...and some of the discussions I've had about the issue are butting heads with some of the people. How should I go about this?

Stop. This isn't a moral issue, and it's not killing anybody (I assume). If you intend to be a long-term member of the project, you must first earn trust before questioning them. Fix the bugs, do an amazing job of it (by whatever metrics the group values), design a few features, and earn a seat at the table.

Then, without pointing fingers or calling anything broken, humbly bring up a suggestion to improve the design to the group. And you better have thought through all the consequences and the solutions to them, or you'll be shot down for being "naive". Be ready for an argument about why your design is better. Be prepared to lose, and lose gracefully.

If your idea truly is better, it'll either be eventually accepted by the group (though perhaps not by the original designer), the group doesn't care, or the group is stupid. In either of the latter cases, why would you want to be a part of the group, anyway?

...

If you're capable, the alternative is to just code the damn thing up so bloody brilliantly that they'll tremble in amazement at your coding prowess and have no choice but to accept the elegant simplicity and eternal truth of your design. Developers do respect competence, but you have to be careful - the punishment for incompetence (or unwarranted arrogance) is rather severe. Since you're asking this question, though, I'm guessing the brilliant and unabashed arrogance route is not really an option. ;)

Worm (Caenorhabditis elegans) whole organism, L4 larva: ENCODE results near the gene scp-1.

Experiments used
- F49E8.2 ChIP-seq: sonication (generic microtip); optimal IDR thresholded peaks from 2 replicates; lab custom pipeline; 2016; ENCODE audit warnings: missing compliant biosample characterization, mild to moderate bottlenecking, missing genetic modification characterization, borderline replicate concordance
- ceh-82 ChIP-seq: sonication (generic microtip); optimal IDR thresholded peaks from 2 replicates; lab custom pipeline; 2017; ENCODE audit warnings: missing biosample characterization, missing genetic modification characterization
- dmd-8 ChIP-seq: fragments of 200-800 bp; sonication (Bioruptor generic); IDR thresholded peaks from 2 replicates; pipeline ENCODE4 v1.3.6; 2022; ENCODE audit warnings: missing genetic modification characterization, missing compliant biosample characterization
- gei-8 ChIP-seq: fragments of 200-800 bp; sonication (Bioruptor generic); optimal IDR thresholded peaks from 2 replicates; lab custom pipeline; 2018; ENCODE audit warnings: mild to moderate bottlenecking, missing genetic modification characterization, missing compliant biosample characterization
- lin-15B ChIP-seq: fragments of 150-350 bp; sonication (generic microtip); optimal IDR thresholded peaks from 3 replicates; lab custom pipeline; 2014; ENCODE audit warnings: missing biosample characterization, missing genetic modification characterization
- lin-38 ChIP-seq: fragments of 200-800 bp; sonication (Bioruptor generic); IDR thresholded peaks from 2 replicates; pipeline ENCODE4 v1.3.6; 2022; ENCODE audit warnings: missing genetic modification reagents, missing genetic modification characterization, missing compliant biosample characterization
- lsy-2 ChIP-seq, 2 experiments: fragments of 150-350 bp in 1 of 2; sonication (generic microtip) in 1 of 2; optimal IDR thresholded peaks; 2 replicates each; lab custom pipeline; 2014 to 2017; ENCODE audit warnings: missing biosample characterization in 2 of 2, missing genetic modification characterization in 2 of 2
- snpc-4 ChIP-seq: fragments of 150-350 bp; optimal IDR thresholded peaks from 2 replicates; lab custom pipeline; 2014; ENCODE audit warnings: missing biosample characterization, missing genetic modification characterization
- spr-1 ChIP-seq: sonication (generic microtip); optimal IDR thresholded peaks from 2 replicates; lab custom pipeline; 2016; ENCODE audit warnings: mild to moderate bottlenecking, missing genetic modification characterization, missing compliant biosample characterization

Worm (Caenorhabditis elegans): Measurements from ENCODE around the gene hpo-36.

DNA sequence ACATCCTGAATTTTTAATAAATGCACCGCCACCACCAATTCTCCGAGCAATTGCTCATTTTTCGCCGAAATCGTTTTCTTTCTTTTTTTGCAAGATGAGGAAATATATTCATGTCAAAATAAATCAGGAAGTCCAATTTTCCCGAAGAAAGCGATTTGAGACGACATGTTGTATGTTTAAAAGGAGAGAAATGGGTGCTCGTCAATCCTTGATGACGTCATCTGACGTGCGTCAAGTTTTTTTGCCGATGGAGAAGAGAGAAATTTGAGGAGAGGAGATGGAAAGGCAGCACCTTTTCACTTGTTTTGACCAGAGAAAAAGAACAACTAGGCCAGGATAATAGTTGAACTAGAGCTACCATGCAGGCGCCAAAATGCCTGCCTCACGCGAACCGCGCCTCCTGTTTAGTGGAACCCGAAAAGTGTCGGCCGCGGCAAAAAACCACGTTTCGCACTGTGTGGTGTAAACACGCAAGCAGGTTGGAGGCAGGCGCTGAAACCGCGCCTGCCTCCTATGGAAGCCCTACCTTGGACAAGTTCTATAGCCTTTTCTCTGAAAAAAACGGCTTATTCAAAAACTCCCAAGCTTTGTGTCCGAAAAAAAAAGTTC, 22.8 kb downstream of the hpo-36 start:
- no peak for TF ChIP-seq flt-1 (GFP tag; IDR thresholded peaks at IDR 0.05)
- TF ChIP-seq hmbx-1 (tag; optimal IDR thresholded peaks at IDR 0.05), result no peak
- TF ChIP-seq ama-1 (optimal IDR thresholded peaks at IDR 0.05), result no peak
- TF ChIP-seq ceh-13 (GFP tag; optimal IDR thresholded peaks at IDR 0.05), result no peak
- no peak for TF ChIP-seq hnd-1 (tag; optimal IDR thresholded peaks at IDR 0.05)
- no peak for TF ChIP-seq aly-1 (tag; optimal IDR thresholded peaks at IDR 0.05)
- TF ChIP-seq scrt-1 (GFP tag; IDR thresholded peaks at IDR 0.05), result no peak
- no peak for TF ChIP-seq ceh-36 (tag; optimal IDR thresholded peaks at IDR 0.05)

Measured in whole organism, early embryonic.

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"Hi thanks for welcoming me into your home. As I walk through the door, I want to let everyone in the family know that their baby is ugly and somebody dressed him funny."

A bug is a bug, and it's ok to call it that. Saying that it is caused by a "design flaw" is pointing a finger at the guy before you (most likey the "daddy") and telling him he's an idiot.

Unnecessary and counterproductive. I suggest:

"In regards to issue #blah, I think I can fix it by doing X Y and Z but I'm not sure how that will impact the rest of the project. Would this be ok?"

Where X Y and Z correct the problem. Let them tell you it was a design flaw; there may be an alternate solution. Or the assumptions behind the 'flaw' may run so deep throughout the project that changing it will fix the bug but break everything else!